Denial, myths, complacency, lack of political will and the subordination of women are major obstacles in the fight against HIV and AIDS. And with no cure or vaccine in sight, scaling up prevention is of paramount importance, according to Professor Lars Kallings, a leading expert in the global fight against the world's first modern pandemic.
Writing in the Journal of Internal Medicine Professor Kallings says that: "Trust in modern science is so great that people don't like to consider the thought that it may not be possible to find a simple medical way to eradicate the virus. As a result, not enough attention is given to the social and economic aspects of HIV and AIDS and the fight against discrimination -- factors that are vital if we are to respond to this epidemic."
Professor Kallings says that the subordination of young girls and women, and the contempt they are shown in many countries, is the major cause of the epidemic.
"Many women are not able to say no to unwanted sex or ask their husbands to use condoms or be faithful" he says. "Stigmatisation of women is another major issue, with many not daring to be tested or treated in case they are thrown out by their families, beaten or even killed."
Professor Kallings is eminently well qualified to comment. Currently the UN Secretary-General's Special Envoy for AIDS in Eastern Europe and Central Asia, a post he has held since 2003, he was also the founding President of the International AIDS Society in 1988 and its Secretary-General from 1994 to 2002.
His paper provides a detailed and often controversial analysis of the last 25 years, highlighting political and religious barriers and conspiracy theories, together with key medical advances.
"Money is no longer the main obstacle to treating the virus, as the cost has dramatically fallen in recent years" he says. "However, by 2010 a massive 42 billion US dollars will need to be spent to meet the goal of universal access to prevention, treatment and care and strengthen national healthcare systems.
"But even if it is made available, funding does not always reach the people who need it, because rulers in many countries are more interested in nursing their own power base and private fortune than the wellbeing of their people.
"The main problems lie with a lack of political will to influence attitudes, implement prevention and provide care, together with a lack of healthcare infrastructure, including the drain of trained health-care workers from developing countries to the West."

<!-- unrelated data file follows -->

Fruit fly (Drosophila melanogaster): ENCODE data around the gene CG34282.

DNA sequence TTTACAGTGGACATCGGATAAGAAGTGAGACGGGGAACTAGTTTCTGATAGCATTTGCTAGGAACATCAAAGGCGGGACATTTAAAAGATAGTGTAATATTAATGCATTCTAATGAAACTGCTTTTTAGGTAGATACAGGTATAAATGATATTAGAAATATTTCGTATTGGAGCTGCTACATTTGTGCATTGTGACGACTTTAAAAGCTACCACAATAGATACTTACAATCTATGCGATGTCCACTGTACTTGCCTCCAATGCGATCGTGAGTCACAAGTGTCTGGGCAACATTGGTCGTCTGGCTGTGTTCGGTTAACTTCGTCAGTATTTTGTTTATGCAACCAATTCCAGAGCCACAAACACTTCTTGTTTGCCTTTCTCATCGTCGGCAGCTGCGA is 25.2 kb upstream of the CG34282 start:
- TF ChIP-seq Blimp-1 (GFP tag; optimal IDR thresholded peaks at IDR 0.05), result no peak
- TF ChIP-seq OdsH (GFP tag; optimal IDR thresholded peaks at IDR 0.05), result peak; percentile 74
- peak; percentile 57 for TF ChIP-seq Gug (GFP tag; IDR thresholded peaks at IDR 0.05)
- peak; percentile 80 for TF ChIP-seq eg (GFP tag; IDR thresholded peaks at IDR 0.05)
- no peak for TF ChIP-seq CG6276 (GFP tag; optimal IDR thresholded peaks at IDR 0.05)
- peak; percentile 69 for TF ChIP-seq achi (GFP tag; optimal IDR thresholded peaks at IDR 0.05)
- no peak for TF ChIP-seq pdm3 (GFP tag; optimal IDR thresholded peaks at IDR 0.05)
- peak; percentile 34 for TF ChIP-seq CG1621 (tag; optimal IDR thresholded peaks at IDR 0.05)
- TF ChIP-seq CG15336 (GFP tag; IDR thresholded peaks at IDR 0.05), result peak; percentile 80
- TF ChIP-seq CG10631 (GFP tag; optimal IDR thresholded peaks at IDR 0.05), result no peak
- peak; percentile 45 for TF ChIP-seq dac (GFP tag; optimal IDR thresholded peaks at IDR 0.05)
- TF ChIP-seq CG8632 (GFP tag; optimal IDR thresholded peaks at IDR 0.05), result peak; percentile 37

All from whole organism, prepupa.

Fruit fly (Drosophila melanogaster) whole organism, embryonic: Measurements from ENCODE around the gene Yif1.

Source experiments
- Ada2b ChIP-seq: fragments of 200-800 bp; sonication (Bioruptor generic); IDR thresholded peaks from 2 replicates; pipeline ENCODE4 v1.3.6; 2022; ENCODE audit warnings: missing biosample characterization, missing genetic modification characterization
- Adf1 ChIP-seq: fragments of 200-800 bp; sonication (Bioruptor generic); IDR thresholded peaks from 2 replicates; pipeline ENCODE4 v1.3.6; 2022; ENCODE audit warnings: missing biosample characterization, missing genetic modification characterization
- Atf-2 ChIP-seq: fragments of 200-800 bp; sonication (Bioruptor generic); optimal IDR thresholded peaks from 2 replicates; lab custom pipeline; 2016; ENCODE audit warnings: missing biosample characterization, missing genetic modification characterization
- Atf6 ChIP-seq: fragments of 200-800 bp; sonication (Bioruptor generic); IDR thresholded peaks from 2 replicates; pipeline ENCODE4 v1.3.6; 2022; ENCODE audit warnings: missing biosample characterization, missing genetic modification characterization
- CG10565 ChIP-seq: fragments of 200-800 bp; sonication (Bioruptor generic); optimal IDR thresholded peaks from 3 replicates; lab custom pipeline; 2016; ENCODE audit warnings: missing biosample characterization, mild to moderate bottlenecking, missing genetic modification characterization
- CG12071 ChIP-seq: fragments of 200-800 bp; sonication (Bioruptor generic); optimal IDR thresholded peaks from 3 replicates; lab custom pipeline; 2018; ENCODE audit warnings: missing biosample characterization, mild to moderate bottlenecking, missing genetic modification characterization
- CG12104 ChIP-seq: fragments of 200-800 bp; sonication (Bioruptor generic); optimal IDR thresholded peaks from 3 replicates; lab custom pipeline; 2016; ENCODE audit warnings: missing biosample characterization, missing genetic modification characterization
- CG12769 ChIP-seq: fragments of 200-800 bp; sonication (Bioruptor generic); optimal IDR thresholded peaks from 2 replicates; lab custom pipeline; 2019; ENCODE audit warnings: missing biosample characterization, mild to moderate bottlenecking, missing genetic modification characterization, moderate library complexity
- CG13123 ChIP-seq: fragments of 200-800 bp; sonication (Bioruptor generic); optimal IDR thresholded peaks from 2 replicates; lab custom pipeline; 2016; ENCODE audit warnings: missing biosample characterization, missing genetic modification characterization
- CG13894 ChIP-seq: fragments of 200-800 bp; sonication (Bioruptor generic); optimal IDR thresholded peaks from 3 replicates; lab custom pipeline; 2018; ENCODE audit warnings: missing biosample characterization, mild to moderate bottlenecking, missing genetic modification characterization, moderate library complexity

Figures released by UNAIDS in December 2007 show that more than 32 million people worldwide -- half of them women - are now living with HIV, 2.5 million were newly infected in 2007 and 2.1 million -- including 360,000 children under 15 -- died of AIDS during the year.
Yet barriers to prevention are still common.
"Condom use is the least expensive and most cost-effective method for preventing HIV transmission" stresses Professor Kallings. "However this protective measure is resisted by fundamentalist groups, such as the Vatican and the religious right in the USA, and may be a difficult subject in marriage".
Other preventative measures include the use of anti-retroviral treatment during pregnancy and after birth, circumcision and the treatment of other sexually transmitted diseases.
Professor Kallings extensive paper also provides a fascinating commentary on the discovery of AIDS and the myths and conspiracy theories that the disease has prompted. For example it details:
"Bad governance has plagued many people in Africa, Eastern Europe and Asia during the course of the AIDS epidemic" says Professor Kallings.
"This has meant that measures to prevent HIV transmission and to care for the infected and affected are often not implemented, even if resources are made available. Lack of political will, bad management and lack of infrastructure in many countries are causing an implementation crisis."
There are, however, some positive developments to report, stresses Professor Kallings. "In spite of all the difficulties, there are good examples which show how the number of new cases can be reduced, especially among young women" he says.
"We have all the knowledge we need to prevent the virus being spread further and to treat those already infected. Due to the nature of the virus, and how it is transmitted, we will not get rid of HIV and AIDS in the foreseeable future, but hopefully we can reduce it to controllable levels.
"In the meantime, we have to learn to live with AIDS and scientists and non-governmental organisations need to play a key role in raising awareness and pushing for change" he says, pointing out that it took 30 years to alert the world to the dangers of global warming and the same now needs to be done with HIV and AIDS.
"The world cannot afford to wait another 30 years to wake up to the ongoing AIDS catastrophe" he stresses. "Twenty-five years have already passed."
Professor Kallings has stressed that the views expressed in Journal of Internal Medicine are as an independent scientist and have not been voiced in connection with his post as a UN Special Envoy or any other organisations he is affiliated with.
Journal reference: The first postmodern pandemic: 25 years of HIV/AIDS. Kallings L O. Journal of Internal Medicine. 263, pp 218-243. (March 2008). http://www.blackwell-synergy.com/toc/jim/263/3
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